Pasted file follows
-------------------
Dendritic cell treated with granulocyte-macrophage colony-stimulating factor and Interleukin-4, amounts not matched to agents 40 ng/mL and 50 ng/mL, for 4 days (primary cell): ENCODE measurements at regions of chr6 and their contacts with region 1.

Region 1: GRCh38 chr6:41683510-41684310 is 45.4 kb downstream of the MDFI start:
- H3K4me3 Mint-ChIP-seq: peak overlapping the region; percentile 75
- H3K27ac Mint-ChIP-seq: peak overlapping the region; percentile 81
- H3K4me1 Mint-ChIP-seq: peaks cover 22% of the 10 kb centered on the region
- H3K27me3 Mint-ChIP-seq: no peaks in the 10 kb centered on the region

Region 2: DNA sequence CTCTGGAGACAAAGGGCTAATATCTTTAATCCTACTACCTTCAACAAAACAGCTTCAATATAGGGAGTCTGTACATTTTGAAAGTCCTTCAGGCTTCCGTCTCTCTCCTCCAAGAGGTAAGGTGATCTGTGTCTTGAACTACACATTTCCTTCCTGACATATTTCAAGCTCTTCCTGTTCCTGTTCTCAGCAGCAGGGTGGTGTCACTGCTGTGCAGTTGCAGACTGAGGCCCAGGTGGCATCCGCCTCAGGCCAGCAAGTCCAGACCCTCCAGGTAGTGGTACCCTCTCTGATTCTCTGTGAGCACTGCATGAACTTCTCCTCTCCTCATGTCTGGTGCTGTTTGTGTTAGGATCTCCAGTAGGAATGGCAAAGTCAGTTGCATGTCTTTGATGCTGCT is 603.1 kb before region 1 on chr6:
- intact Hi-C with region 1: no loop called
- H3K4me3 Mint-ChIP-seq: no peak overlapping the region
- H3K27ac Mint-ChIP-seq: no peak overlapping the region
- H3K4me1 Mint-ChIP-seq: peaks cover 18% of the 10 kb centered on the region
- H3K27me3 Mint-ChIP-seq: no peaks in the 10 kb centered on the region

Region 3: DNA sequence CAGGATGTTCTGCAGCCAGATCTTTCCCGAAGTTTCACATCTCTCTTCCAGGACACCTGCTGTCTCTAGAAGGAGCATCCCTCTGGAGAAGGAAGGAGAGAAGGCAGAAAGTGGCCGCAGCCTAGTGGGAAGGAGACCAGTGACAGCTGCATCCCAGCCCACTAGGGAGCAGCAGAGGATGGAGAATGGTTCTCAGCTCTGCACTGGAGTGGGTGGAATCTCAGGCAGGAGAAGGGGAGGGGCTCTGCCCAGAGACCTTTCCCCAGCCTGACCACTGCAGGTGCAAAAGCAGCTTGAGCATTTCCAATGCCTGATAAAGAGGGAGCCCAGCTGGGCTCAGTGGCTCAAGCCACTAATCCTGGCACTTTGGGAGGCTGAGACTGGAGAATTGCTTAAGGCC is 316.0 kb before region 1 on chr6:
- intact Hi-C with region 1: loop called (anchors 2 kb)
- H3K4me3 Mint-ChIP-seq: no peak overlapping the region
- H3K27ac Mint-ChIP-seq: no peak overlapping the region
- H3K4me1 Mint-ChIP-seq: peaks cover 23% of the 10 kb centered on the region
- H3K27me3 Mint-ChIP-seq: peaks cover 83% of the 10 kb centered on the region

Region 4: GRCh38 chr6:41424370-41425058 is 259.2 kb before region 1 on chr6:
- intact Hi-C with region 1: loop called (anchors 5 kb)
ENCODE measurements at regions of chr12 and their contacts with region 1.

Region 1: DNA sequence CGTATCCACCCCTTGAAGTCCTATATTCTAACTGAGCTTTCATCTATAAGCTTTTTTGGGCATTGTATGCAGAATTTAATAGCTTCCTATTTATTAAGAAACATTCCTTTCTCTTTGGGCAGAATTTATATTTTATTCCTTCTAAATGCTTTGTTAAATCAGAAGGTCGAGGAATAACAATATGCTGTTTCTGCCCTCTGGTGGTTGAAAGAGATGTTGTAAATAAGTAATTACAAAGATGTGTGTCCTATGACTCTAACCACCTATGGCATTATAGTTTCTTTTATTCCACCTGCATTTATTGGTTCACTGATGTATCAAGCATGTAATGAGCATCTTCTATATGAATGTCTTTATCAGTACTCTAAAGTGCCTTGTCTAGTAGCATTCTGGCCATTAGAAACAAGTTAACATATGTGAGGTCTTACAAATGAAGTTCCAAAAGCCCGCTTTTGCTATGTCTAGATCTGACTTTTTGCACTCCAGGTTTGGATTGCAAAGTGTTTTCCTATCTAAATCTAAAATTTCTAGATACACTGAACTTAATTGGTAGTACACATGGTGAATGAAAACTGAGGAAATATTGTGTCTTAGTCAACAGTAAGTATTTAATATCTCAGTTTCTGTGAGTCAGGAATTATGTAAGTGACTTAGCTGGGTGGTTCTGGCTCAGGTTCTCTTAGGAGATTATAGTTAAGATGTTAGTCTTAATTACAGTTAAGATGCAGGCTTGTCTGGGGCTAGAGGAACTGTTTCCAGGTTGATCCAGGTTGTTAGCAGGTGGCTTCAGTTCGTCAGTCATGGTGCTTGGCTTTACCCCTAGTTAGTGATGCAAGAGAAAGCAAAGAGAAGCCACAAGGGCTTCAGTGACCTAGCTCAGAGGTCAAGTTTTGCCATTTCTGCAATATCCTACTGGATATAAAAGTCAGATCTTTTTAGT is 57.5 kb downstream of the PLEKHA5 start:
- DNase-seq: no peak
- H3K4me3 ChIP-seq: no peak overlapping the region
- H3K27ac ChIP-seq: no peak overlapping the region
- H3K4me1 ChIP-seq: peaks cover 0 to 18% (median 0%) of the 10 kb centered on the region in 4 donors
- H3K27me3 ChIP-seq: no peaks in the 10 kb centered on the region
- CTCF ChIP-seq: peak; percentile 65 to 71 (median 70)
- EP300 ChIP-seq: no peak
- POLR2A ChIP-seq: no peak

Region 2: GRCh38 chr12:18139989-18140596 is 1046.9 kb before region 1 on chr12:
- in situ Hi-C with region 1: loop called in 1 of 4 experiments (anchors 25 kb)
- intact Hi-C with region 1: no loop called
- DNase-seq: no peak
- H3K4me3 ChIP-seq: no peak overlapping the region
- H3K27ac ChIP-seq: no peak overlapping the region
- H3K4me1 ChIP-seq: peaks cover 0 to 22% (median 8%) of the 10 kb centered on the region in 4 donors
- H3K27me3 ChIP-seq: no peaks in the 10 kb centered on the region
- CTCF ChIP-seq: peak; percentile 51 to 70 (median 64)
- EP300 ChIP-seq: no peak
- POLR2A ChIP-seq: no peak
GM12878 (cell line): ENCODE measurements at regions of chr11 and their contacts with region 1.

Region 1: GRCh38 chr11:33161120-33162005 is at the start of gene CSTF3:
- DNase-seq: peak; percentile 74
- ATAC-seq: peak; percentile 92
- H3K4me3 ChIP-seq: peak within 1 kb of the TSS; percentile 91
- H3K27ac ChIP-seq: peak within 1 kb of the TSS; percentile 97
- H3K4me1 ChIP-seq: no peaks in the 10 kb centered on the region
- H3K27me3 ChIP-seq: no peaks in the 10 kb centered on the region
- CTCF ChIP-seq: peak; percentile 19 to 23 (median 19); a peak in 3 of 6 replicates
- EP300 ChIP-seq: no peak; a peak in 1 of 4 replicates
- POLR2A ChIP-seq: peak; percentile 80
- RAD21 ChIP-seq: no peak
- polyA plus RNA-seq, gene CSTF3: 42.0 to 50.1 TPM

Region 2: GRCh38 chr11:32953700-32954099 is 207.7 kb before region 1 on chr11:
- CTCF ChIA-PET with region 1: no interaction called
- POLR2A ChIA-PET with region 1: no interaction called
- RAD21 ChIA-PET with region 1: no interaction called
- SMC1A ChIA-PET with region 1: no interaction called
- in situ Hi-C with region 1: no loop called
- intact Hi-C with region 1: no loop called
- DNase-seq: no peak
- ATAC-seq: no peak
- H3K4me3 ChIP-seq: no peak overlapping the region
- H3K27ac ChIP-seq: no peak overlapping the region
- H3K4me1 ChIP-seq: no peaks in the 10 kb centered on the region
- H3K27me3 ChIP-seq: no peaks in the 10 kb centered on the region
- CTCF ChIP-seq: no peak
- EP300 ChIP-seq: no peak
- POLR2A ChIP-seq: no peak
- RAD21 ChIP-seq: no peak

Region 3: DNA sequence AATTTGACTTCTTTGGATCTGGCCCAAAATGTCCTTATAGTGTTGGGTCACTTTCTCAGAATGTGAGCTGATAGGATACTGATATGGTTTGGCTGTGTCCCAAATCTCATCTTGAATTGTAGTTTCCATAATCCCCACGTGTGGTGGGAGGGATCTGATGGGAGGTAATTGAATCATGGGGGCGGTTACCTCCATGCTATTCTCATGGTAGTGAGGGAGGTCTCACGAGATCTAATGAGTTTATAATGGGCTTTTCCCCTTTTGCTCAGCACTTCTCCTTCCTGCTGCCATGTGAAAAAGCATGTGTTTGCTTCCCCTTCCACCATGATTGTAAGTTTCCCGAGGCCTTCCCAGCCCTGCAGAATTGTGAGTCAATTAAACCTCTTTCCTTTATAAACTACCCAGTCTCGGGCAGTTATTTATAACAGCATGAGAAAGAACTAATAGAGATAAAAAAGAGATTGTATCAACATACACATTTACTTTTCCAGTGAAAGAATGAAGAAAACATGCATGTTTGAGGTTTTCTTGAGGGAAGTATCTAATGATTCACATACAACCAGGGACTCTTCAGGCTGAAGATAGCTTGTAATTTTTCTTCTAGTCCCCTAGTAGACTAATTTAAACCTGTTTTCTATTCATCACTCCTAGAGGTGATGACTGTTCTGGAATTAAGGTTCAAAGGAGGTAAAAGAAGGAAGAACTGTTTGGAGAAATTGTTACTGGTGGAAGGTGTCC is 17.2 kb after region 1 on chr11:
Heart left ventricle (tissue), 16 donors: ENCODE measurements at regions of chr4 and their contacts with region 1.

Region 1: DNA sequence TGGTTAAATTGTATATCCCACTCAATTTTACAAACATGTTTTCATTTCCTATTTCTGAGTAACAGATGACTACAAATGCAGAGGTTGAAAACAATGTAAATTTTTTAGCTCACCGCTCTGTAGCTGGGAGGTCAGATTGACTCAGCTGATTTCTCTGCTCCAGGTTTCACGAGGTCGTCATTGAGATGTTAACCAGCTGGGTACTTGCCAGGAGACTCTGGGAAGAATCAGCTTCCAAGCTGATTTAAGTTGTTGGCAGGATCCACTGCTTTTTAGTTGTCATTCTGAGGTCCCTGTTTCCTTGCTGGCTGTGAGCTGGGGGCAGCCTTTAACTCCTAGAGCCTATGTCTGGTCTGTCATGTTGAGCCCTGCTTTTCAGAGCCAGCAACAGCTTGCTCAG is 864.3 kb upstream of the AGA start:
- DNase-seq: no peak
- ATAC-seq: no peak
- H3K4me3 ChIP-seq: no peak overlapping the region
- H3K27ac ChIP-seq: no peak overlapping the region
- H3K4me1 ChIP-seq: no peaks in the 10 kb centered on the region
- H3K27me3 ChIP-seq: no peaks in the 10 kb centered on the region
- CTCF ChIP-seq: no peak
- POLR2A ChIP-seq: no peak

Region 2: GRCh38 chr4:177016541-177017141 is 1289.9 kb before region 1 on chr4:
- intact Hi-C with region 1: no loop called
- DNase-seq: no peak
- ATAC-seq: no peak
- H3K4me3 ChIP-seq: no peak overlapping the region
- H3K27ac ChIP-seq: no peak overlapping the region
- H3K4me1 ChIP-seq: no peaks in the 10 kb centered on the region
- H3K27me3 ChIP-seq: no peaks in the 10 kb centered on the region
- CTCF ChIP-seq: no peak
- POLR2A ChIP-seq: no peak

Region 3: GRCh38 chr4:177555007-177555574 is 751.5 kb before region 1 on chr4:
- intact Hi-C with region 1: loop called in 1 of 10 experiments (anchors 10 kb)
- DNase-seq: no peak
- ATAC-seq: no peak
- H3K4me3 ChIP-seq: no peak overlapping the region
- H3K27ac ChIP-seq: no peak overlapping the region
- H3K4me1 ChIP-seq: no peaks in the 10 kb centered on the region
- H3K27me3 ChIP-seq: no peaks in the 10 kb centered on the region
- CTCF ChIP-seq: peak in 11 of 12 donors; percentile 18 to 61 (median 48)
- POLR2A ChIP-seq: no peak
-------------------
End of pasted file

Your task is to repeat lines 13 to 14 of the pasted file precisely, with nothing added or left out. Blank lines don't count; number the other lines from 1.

Region 3: DNA sequence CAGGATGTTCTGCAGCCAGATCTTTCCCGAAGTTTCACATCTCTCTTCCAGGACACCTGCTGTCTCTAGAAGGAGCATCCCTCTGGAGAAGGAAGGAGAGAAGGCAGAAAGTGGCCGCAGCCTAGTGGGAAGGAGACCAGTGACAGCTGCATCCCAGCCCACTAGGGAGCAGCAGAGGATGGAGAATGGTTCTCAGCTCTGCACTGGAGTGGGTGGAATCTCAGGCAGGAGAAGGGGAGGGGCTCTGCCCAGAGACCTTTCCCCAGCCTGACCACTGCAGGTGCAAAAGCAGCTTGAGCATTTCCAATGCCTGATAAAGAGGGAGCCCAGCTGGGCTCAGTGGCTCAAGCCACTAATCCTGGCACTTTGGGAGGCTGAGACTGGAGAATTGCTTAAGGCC is 316.0 kb before region 1 on chr6:
- intact Hi-C with region 1: loop called (anchors 2 kb)